SINGAPORE - A PHOTO of the late Mr Lee Kuan Yew shaking hands with Chinese leader Deng Xiaoping inspired a retiree to amass more than 300 oil paintings depicting significant moments in Singapore's history.
The collection, which includes 80 specially-commissioned portraits of Mr Lee that chart his life from boyhood to elder statesman, are now on exhibition.
All the paintings were commissioned by Mr Vincent Chua, 71, an insurance professional who retired in 2000.
He assembled the collection over six years, after chancing upon an old black-and-white photo of Mr Lee and Mr Deng in 2007. The photo was taken in November 1978, when the then-Senior Vice-Premier of China made his first and only official visit to Singapore.
In his memoirs, Mr Lee remembered the Chinese leader being impressed by Singapore's transformation.
A month after the visit, Mr Deng embarked on landmark economic reforms to open China up to the world, which ushered in more than 30 years of rapid economic growth for China.
Seeing the photo of "two great men, shaking hands and changing history", inspired Mr Chua to record episodes of "real significance that people should know about", said the founding president of the Life Underwriters Association, the precursor of today's Insurance and Financial Practitioners Association of Singapore.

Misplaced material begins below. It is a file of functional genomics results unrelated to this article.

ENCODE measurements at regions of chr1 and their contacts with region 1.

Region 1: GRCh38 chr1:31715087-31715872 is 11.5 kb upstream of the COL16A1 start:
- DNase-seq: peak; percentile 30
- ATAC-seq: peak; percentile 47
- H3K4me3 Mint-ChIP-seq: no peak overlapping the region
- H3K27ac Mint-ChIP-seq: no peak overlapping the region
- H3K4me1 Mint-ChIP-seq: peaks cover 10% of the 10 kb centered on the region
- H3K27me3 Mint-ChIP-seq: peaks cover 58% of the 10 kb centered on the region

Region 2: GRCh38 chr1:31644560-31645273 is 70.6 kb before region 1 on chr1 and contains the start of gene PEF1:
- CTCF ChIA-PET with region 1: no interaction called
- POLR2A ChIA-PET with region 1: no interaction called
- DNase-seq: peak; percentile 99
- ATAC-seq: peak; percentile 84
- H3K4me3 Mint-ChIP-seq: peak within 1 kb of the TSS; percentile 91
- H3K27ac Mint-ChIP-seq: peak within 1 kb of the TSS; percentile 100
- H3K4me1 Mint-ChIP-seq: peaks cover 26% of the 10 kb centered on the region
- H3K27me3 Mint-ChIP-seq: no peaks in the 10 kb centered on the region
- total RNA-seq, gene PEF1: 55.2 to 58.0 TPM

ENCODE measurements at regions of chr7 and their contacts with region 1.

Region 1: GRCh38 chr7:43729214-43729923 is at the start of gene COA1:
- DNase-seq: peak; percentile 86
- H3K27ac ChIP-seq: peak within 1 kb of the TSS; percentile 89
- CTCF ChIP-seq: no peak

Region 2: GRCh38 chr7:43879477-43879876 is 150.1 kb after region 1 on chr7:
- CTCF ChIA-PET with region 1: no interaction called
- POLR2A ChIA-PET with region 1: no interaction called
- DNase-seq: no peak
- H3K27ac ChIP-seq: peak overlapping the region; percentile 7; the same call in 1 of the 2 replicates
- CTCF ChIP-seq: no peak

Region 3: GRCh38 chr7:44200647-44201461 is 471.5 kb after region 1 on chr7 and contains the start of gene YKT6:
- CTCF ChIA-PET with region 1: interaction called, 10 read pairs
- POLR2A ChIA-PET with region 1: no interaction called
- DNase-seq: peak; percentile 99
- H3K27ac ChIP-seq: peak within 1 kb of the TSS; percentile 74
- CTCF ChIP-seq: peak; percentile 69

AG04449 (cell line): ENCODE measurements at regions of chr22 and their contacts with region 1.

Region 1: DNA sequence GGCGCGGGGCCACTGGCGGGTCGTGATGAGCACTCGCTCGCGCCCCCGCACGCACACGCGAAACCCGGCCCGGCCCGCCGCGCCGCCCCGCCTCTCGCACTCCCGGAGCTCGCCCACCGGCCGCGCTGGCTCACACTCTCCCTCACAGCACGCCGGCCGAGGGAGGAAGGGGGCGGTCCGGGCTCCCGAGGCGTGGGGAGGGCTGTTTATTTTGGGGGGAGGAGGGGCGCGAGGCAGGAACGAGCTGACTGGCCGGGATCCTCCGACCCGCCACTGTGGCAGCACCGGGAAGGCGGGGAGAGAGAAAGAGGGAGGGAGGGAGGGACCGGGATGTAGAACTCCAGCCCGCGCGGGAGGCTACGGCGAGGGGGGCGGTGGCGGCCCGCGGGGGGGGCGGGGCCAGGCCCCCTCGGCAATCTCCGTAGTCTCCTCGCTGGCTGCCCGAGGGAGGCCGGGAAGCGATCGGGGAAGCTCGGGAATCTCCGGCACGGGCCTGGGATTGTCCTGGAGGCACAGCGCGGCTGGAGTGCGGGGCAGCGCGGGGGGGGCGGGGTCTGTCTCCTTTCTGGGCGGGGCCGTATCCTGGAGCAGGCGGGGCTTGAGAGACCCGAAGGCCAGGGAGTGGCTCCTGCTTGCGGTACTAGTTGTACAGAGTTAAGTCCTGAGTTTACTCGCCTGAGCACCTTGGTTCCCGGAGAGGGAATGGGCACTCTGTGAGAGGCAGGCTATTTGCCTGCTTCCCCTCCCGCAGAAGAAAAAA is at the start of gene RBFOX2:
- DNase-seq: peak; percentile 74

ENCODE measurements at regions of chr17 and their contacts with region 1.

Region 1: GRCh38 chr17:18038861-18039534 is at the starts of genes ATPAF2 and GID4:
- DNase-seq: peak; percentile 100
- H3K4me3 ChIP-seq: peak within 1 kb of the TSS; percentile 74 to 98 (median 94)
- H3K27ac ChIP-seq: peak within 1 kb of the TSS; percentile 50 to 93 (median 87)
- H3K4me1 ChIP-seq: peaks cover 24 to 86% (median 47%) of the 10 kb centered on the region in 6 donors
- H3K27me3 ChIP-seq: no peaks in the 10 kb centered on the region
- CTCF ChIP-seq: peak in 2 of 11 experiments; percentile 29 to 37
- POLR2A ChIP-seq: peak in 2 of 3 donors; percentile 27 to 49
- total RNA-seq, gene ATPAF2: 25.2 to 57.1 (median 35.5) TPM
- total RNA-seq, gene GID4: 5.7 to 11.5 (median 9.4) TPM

After commissioning a painting of that photo, Mr Chua dug through archives and old books for iconic photos of Mr Lee, Singapore's other founding fathers and local buildings and street scenes over the decades.
The photos, which include a group shot of the 1959 Cabinet and snapshots of landmarks such as the old National Theatre, were then turned into paintings with the help of a pool of artists.
Mr Chua estimates that his art collection, which also includes a bronze sculpture of the meeting between Mr Deng and Mr Lee, cost just under $2 million.
The running of the exhibition is partly funded by the SG50 Celebration Fund, which offers up to $50,000 for each approved project commemorating Singapore's 50th birthday and is administered by the Ministry of Culture, Community and Youth.
An MCCY spokesman said the exhibition showed the potential of reaching out to Singaporeans, especially the younger generation, to appreciate Singapore's heritage through the medium of art.
While the exhibition was originally planned for August, Mr Chua said he brought it forward so Singaporeans have another chance to pay their respects to Mr Lee, who died on March 23.
"This is a memorial for us to pay tribute and to honour Mr Lee Kuan Yew's legacy, while at the same time reflecting on where we come from," he said.
The free public exhibition at The Crescent, on level 2 of Suntec City Mall, opened today and will run till June 30.